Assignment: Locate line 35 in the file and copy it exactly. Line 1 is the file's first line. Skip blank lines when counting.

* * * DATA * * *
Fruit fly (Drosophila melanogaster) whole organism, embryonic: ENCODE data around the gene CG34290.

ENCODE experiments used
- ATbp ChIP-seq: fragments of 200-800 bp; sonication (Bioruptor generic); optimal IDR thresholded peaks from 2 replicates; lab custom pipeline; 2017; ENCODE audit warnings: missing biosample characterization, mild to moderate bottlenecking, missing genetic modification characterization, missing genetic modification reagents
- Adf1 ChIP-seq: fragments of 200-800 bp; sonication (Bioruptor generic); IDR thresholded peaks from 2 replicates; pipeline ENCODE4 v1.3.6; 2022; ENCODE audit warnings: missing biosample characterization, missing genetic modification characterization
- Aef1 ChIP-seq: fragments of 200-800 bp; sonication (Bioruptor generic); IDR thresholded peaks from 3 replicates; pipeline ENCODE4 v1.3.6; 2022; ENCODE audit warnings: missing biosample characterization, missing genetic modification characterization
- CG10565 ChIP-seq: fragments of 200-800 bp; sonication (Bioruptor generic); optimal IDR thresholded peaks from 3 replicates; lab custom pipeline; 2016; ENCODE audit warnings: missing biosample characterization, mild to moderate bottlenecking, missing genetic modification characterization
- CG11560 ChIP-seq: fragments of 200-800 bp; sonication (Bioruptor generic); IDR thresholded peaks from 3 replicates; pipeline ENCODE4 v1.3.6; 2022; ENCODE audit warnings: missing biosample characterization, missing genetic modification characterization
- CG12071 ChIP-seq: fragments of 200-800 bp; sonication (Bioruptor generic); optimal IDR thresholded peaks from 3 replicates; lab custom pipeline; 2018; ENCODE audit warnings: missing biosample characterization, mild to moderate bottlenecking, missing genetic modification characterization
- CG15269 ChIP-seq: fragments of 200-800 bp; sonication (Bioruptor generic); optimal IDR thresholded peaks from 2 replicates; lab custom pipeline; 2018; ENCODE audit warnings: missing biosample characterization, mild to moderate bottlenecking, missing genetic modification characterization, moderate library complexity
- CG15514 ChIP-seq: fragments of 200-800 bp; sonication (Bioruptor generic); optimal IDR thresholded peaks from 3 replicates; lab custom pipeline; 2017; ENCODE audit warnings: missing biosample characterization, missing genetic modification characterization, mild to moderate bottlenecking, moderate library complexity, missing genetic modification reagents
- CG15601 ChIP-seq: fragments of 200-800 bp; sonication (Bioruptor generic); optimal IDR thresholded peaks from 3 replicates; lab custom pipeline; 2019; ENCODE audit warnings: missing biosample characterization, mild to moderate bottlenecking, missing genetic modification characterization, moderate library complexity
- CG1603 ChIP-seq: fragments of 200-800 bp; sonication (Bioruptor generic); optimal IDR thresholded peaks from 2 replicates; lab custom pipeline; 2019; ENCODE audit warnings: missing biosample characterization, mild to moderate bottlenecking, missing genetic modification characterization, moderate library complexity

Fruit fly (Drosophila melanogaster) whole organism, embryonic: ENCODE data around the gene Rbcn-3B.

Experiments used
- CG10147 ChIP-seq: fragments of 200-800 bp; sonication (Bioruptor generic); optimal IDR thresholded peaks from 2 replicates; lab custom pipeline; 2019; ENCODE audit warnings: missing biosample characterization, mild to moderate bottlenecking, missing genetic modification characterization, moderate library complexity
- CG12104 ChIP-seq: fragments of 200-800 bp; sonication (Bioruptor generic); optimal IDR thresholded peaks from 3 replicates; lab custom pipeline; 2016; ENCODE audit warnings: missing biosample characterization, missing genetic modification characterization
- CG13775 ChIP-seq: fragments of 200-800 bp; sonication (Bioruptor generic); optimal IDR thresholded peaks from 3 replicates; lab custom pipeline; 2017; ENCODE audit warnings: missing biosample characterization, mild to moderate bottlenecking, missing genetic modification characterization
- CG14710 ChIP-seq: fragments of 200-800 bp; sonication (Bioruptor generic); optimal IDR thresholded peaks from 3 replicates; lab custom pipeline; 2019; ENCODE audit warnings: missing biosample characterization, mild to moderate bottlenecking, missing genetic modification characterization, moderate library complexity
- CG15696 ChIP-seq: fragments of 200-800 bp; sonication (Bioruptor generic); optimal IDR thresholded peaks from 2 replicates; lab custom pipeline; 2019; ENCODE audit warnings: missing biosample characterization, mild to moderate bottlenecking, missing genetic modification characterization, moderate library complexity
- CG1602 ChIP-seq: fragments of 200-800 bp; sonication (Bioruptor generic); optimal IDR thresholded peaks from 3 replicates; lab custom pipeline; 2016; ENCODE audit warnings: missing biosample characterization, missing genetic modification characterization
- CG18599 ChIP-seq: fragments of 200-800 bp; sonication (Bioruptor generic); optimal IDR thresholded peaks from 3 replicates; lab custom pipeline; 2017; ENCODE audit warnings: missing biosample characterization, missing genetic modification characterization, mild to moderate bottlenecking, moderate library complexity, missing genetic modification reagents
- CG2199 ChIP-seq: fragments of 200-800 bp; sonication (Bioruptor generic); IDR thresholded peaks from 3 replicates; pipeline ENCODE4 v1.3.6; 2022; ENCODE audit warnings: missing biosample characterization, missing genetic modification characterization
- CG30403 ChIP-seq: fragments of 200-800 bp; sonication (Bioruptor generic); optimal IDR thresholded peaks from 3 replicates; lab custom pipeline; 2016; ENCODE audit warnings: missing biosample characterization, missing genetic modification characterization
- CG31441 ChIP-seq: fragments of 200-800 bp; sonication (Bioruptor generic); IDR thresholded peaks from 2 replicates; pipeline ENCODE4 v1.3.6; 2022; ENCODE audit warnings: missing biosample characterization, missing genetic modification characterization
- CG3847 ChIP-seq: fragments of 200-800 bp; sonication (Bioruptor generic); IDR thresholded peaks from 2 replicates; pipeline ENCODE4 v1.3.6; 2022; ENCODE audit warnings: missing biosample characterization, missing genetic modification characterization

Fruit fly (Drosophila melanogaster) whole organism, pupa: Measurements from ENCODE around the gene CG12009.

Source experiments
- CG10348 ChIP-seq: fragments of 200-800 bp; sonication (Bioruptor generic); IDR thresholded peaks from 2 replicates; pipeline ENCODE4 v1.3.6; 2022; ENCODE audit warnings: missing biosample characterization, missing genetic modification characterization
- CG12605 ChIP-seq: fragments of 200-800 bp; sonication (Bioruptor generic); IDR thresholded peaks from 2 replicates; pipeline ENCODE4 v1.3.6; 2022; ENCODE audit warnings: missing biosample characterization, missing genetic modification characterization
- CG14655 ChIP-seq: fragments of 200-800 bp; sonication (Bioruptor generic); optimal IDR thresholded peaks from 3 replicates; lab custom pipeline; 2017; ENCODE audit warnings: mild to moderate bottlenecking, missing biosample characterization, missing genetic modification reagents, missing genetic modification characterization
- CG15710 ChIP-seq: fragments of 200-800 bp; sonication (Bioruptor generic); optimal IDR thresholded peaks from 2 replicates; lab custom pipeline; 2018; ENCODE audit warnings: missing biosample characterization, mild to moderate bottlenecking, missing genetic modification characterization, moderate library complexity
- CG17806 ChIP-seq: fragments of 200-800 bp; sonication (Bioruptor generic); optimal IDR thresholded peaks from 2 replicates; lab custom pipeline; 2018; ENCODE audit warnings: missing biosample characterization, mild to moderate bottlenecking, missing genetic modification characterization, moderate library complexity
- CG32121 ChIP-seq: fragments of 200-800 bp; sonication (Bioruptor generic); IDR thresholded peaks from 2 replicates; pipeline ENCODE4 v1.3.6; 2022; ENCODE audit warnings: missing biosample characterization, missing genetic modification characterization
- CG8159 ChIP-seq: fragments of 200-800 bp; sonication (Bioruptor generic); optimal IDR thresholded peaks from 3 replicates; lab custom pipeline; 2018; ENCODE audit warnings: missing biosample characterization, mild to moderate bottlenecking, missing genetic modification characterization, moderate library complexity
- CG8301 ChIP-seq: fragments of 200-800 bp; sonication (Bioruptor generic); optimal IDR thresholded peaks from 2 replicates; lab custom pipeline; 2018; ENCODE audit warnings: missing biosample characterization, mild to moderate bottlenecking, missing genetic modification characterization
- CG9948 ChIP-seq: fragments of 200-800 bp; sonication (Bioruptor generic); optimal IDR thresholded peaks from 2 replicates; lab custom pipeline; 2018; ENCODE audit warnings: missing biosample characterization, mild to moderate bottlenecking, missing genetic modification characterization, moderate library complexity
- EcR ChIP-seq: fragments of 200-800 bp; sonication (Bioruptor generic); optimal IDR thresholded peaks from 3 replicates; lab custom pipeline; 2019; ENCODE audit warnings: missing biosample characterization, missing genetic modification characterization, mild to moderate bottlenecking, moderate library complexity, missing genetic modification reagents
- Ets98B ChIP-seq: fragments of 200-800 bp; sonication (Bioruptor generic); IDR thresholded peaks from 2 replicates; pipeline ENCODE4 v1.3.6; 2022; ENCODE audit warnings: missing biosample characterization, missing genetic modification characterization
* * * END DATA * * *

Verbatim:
- CG8301 ChIP-seq: fragments of 200-800 bp; sonication (Bioruptor generic); optimal IDR thresholded peaks from 2 replicates; lab custom pipeline; 2018; ENCODE audit warnings: missing biosample characterization, mild to moderate bottlenecking, missing genetic modification characterization